A note from Emma


America is a work in progress. Ever evolving, the country was built by Indigenous People, slaves, immigrants, religious seekers, those looking for fortune and the forcibly absorbed (Mexicans for example). We are an extremely unique place where many folks from different backgrounds find success. We are most successful when embracing people from a myriad of backgrounds. The nation certainly has its foibles and all too often these are based on race, class and religion. The poem “Tears of Liberty” speaks to our highest and our lowest beliefs. Mixed in is a sense of correction and hope. When you celebrate this year’s July 4th let’s take a brief moment to reflect upon the gifts we have. Let’s also promise to do just a little bit better. God Bless America!

Tears of Liberty

 The tears of Liberty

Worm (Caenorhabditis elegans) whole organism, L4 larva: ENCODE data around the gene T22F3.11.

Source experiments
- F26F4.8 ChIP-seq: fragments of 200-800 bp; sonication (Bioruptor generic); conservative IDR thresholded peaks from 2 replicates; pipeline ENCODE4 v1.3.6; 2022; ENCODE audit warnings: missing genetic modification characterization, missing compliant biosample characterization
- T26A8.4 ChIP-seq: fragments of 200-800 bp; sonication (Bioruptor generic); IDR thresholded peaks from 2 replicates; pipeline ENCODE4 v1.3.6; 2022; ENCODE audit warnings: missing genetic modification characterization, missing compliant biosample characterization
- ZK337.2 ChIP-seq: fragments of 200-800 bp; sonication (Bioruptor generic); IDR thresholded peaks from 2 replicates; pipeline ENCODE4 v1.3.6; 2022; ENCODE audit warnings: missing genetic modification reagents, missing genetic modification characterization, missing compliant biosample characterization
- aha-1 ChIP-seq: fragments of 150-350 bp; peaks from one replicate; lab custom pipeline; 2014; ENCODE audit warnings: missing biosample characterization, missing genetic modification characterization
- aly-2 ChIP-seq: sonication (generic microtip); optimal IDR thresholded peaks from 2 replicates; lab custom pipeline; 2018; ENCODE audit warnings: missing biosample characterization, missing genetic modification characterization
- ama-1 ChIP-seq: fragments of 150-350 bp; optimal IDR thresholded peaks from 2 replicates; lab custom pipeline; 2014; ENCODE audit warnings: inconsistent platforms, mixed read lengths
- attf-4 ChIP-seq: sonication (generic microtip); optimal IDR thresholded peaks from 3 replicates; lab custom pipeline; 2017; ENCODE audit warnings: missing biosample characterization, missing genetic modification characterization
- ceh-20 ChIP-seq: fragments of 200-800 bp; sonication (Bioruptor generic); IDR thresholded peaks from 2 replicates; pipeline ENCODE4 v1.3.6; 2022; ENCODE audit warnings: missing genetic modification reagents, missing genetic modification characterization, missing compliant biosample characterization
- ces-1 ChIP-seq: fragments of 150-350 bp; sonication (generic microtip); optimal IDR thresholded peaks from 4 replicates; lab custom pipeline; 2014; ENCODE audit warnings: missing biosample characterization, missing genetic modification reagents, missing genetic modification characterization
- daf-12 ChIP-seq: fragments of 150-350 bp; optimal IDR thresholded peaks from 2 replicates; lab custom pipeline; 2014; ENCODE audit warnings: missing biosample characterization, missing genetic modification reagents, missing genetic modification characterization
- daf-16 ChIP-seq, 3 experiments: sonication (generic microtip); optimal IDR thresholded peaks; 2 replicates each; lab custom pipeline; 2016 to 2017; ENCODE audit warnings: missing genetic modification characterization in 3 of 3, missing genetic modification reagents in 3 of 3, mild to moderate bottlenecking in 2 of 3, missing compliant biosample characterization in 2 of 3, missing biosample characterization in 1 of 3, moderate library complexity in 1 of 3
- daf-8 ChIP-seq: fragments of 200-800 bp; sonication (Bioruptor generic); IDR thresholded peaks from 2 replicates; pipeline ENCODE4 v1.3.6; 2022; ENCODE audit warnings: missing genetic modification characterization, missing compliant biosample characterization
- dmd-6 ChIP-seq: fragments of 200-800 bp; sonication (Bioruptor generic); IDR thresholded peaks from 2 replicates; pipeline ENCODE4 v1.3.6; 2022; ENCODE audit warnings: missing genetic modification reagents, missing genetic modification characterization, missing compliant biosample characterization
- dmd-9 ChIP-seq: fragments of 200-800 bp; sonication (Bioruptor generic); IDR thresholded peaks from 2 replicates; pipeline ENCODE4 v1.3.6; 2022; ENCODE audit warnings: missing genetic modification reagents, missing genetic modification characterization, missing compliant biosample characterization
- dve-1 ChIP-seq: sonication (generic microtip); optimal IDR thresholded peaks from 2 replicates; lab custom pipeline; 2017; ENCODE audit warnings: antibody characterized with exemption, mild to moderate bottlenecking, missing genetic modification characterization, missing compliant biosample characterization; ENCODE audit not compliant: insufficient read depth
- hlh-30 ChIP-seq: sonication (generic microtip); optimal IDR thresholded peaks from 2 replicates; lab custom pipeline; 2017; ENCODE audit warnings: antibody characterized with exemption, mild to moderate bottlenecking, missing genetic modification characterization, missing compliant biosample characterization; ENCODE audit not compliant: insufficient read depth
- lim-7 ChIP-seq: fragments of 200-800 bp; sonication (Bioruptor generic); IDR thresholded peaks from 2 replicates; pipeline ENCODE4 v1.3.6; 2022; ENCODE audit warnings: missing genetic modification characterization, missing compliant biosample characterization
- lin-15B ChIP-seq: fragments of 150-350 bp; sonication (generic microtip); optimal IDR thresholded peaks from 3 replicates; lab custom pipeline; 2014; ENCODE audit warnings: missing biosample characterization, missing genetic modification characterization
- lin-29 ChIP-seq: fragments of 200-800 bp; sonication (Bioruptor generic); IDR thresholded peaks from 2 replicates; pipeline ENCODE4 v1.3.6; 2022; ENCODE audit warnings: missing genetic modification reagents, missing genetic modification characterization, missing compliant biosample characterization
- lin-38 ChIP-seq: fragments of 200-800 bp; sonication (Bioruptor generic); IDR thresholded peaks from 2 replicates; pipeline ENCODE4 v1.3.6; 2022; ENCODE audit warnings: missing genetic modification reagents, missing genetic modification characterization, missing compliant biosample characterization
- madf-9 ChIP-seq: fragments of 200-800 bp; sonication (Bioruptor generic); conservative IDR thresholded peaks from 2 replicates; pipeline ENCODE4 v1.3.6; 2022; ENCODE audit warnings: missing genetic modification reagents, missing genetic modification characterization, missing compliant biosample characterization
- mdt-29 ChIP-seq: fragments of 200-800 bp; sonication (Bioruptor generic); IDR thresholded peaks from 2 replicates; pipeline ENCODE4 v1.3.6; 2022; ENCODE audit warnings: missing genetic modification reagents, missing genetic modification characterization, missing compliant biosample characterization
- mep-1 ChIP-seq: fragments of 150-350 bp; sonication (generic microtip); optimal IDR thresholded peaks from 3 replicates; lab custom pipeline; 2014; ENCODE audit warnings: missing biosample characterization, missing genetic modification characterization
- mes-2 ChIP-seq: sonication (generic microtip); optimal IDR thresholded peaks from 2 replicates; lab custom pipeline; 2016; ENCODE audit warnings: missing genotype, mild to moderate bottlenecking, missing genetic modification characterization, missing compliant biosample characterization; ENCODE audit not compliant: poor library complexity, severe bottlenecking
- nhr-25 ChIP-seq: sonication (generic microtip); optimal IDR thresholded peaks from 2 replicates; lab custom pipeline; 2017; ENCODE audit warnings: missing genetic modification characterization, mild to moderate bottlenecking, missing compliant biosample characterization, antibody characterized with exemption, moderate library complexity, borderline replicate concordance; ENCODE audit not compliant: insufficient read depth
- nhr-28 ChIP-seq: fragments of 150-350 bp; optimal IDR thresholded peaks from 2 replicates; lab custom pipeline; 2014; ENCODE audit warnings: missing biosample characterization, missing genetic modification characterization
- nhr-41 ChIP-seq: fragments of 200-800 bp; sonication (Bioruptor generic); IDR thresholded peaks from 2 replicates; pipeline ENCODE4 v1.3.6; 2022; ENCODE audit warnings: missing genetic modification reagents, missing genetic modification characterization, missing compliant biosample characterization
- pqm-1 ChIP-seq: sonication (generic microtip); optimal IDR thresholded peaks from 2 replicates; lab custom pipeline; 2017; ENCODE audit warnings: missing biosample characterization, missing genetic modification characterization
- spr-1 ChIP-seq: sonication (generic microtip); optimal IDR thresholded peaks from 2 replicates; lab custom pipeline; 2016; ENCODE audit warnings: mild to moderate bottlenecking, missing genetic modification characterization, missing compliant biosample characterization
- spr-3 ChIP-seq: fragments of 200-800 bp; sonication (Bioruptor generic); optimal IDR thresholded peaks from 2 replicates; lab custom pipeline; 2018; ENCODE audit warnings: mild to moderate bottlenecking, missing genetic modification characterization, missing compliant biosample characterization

Dropped towards the flames

Of the torch intended

To welcome the names

From weary souls searching

Across distant shores

The huddled masses

Those tired and poor

The tears of Liberty

Cry out in deep grief

Demanding that Americans

Exercise their beliefs

That we are all neighbors

From backgrounds galore

This nation she welcomes

The tired and poor

The tears of Liberty

Are merciful filled

For as her light shines

Great sorrows are stilled

Raise up your voices

Shed one tear more

Out of love for the hopeful

The tired and poor

The tears of Liberty

Will constantly flow

Until the day comes

When everyone knows

That the land of the brave

At its very true core

Is one that embraces

The tired and poor

Let those tears of Liberty

Now fuel the fire

That travels the country

With deepest desire

Showing bountiful mercy

To the land of the free

Setting an example

For all men to see

Emma Lazarus wrote “The New Colossus” to raise money for the statue of Liberty’s pedestal. Originally written in1883, the poem still evokes powerful emotions today. Here’s hoping that the poem, and statue it represents, continue to offer hope for those seeking new shores. Bob Houghtaling is an American born citizen whose father served as a United States Marine during the Korean War. He has also worked in the Human Services for more than 35 years.


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